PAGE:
Updated: Mar 1
Recently I have been reading a fascinating book written by Wallace J. Nichols titled Blue Mind. It is a study of the emotional, behavioral, psychological and physical connections that humans have with water. It discusses research on evolution, economics, neuroplasticity, creativity, health and healing and our relationship with water.
I am now nearing the end of the book and although I have been able to relate to much of what he writes, what I read last night struck a real chord with how I feel when I swim, it is about connecting with nature.
During this chapter he quotes a psychologist called Abraham Maslow, he writes of what he has termed “peak experiences”, and describes these peak experiences as;
“A complete focus of attention; an absence of fear; a perception that life is good; a feeling of connection and even merging with the environment; feeling humbled by the experience and fortunate to have participated in it; a sense that time and space have altered and one is immersed in the present moment; a feeling that the experience is real, true and valuable; flashes of insight and emotions not experienced in daily life; and a realization of the meaningfulness of the experience and the significance for ones future life. When we access these states, we see ourselves not as separate but as “embedded” in our relationship with everything in the world; we are part of everything, and everything is part of us.”
This feeling that I am part of the natural world around me is always present as we work around the farm, being so close to the creatures and plants that we share this island with, but it is brought into sharp focus when I swim. Maybe this is because it is hard to feel anything other than part of the ocean when you are in it, it is an experience that totally encompasses your mind and body.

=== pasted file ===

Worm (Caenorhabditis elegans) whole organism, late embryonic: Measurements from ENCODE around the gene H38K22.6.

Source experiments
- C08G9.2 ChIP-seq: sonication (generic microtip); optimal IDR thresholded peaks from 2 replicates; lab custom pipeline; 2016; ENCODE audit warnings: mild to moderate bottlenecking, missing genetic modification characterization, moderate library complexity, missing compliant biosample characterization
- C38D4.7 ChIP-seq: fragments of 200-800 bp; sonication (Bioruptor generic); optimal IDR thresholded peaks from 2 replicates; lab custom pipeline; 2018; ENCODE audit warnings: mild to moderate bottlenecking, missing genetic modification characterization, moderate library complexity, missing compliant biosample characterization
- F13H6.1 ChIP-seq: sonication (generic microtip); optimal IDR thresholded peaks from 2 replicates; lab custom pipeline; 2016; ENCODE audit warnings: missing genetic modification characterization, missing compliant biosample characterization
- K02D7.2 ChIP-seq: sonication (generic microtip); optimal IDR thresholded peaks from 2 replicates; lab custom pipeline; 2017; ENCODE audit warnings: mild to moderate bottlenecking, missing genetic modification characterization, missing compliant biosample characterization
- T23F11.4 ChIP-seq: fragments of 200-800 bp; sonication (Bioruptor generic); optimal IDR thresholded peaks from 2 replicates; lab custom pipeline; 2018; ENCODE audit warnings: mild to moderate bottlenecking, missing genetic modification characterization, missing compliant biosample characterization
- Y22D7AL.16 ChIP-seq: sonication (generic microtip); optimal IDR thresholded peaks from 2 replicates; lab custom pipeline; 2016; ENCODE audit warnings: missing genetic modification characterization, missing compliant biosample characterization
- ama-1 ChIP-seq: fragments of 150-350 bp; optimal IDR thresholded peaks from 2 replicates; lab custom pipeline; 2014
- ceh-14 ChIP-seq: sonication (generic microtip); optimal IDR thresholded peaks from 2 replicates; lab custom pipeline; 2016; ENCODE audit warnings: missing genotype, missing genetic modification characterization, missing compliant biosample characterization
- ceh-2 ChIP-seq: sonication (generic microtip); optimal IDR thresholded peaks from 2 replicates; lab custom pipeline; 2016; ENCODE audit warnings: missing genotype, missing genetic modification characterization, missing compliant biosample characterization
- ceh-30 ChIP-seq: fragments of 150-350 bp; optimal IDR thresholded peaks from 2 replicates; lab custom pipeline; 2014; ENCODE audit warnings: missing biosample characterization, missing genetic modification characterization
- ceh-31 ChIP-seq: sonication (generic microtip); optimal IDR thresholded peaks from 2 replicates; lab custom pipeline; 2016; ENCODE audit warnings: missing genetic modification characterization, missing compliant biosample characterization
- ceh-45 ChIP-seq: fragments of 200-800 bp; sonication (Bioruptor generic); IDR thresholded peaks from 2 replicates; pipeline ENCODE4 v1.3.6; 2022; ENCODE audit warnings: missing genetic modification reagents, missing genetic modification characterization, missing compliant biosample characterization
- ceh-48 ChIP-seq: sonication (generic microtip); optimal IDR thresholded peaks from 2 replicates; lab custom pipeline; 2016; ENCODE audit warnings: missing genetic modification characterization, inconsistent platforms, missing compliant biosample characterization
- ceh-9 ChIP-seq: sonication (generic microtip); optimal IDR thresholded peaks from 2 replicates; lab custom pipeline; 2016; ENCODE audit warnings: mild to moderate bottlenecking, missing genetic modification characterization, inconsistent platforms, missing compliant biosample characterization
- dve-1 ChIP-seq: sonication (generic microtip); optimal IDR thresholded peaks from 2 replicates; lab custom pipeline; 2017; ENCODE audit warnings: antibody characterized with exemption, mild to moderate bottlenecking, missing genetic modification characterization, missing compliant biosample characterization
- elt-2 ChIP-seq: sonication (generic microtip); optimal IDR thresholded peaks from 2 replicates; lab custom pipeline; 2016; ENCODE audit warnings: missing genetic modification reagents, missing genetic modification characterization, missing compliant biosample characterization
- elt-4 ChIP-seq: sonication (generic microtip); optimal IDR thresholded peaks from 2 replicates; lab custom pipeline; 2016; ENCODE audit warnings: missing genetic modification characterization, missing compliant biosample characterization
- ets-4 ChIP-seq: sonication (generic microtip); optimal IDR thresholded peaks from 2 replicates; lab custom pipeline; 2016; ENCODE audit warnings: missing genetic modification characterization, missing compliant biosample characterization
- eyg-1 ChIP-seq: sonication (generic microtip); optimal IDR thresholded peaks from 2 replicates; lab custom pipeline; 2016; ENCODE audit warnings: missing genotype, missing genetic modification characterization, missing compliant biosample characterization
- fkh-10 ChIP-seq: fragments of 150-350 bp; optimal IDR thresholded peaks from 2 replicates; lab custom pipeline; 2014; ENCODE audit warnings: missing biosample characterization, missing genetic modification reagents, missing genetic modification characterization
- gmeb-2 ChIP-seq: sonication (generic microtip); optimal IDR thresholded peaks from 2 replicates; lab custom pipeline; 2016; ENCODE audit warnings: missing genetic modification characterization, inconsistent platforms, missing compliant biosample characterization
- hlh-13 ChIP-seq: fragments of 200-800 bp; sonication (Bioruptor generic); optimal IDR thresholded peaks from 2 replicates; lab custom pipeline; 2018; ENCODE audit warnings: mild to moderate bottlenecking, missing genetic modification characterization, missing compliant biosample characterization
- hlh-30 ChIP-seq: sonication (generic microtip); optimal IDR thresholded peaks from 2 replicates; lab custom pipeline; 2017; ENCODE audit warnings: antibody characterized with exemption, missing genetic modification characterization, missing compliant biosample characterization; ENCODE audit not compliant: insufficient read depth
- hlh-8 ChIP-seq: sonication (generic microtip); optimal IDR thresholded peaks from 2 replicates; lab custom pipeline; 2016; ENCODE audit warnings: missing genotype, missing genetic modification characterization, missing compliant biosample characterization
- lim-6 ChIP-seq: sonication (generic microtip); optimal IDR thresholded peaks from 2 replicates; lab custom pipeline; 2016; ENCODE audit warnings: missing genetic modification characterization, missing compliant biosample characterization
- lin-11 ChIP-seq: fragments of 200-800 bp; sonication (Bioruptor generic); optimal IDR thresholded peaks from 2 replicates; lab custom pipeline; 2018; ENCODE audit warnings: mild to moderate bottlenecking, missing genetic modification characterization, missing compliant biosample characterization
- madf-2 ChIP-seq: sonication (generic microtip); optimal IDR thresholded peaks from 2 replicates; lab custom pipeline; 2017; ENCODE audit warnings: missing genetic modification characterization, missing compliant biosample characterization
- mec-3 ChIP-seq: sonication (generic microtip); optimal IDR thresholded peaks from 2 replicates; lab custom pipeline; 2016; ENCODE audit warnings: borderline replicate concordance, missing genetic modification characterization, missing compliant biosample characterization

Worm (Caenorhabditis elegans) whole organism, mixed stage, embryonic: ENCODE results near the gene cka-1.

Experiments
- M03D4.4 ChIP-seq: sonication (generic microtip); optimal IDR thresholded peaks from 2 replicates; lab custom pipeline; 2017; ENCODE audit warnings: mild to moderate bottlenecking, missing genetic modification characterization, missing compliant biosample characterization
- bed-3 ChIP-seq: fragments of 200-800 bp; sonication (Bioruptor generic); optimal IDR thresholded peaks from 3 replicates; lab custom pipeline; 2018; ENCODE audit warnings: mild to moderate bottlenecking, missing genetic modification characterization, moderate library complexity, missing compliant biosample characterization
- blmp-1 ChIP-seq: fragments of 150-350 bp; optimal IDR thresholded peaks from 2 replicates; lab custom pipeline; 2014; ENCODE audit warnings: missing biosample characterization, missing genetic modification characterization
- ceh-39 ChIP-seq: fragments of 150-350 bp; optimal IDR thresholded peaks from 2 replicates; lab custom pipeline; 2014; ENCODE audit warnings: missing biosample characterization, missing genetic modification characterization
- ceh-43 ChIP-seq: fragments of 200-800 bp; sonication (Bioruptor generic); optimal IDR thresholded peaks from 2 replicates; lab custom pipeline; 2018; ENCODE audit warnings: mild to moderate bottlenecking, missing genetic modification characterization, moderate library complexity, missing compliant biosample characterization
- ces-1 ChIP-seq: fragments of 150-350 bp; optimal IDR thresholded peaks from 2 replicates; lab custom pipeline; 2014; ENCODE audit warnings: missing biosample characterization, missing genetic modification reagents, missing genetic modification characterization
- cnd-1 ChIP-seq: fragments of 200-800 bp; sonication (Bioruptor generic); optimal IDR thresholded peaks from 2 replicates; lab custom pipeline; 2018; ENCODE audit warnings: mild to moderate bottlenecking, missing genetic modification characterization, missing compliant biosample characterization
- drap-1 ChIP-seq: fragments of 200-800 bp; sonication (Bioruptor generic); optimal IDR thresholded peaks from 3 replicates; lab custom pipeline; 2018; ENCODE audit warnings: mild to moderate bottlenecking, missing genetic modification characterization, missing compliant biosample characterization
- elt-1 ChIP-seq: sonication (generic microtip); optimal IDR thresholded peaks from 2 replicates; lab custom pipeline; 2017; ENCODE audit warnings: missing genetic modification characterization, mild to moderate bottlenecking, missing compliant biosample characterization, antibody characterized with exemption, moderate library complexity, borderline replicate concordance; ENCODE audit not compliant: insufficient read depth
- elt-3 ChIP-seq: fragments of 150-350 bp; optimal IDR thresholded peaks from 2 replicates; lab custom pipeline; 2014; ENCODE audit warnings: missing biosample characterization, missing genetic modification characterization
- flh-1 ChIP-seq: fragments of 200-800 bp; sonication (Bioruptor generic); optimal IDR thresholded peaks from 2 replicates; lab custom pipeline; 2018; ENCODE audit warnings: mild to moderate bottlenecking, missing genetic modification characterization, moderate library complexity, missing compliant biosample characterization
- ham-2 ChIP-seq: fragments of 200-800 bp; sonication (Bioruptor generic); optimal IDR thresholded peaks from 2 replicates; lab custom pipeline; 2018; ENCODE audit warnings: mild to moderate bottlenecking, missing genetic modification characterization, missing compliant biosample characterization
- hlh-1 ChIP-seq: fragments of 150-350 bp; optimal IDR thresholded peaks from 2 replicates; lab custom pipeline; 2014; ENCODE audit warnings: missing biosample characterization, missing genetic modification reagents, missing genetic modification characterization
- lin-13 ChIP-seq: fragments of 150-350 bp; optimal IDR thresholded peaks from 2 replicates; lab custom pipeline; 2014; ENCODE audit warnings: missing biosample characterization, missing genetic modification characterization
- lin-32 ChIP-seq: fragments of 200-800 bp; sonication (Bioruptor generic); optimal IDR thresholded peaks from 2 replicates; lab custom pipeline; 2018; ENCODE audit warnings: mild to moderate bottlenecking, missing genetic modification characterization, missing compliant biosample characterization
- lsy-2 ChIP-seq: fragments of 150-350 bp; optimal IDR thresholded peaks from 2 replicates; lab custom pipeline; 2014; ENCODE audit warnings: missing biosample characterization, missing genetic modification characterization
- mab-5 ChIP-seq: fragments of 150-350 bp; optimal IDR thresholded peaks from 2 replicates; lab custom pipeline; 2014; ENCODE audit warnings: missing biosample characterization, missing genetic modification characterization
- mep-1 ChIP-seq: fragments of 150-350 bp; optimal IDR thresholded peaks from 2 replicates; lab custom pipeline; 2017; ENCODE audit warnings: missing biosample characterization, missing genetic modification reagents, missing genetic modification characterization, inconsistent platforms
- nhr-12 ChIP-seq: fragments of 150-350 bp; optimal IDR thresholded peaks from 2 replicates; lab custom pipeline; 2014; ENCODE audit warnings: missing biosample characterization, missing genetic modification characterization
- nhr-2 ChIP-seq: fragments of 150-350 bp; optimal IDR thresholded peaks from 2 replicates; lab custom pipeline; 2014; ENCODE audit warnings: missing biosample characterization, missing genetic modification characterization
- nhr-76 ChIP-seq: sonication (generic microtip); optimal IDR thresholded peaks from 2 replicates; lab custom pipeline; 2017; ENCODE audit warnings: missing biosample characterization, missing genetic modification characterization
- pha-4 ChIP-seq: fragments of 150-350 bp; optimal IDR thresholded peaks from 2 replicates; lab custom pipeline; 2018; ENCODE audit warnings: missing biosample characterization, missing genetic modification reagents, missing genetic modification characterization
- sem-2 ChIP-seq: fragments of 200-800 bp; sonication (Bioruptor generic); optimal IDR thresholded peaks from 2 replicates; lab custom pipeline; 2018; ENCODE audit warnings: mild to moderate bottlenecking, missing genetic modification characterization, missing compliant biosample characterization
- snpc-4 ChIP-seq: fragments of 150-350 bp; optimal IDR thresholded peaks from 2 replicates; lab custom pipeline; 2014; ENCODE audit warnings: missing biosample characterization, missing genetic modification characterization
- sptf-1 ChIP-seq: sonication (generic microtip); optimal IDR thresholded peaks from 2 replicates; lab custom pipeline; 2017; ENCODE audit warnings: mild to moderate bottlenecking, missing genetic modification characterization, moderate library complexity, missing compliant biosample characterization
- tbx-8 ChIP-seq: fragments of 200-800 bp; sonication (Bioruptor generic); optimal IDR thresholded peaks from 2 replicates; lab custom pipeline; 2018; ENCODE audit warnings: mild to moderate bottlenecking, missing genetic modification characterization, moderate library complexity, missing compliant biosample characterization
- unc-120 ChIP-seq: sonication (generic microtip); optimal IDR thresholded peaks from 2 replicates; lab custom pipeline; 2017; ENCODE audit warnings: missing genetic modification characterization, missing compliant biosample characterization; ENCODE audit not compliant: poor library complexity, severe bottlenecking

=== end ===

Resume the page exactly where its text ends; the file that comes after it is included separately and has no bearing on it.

Today’s swim was a sign of the summer to come, the sun was hot and warmed my skin as I walked down the sandy track, bare shouldered, past South Hill towards the boat yard. There was a cool northerly breeze and so Green Bay was the sheltered choice. The boat yard boys were busy as they got punts, hire boats and sailing boats ready for the summer season.
I quickly dived in and swum away to the left, heading towards the quay. The water, fairly shallow, was a translucent green, deliciously cool and enticing. Sun beams rippled across the seabed and dancing rays of golden light and darker shadows played in the water. Yachts now cruise up and down the channel and little motor boats move around the bay. There felt like quite a strong tidal pull heading down towards the Brow and around the base of Samson Hill, so I decided to stick close to the shore and enjoy exploring waving forests of bladder wrack and limpet covered granite rocks.
Streams of silver bubbles flowed from my hands and dazzled me as I swum through them, the movement of light was enchanting. I was in this moment of “peak experience” that Maslow described.
Writing about my experiences of swimming and life on Bryher, gives me a further opportunity to reflect upon, enjoy those moments and to express the thoughts of pleasure that I get from being here. I often have “pinch me moments” and remember how lucky I am to be living here.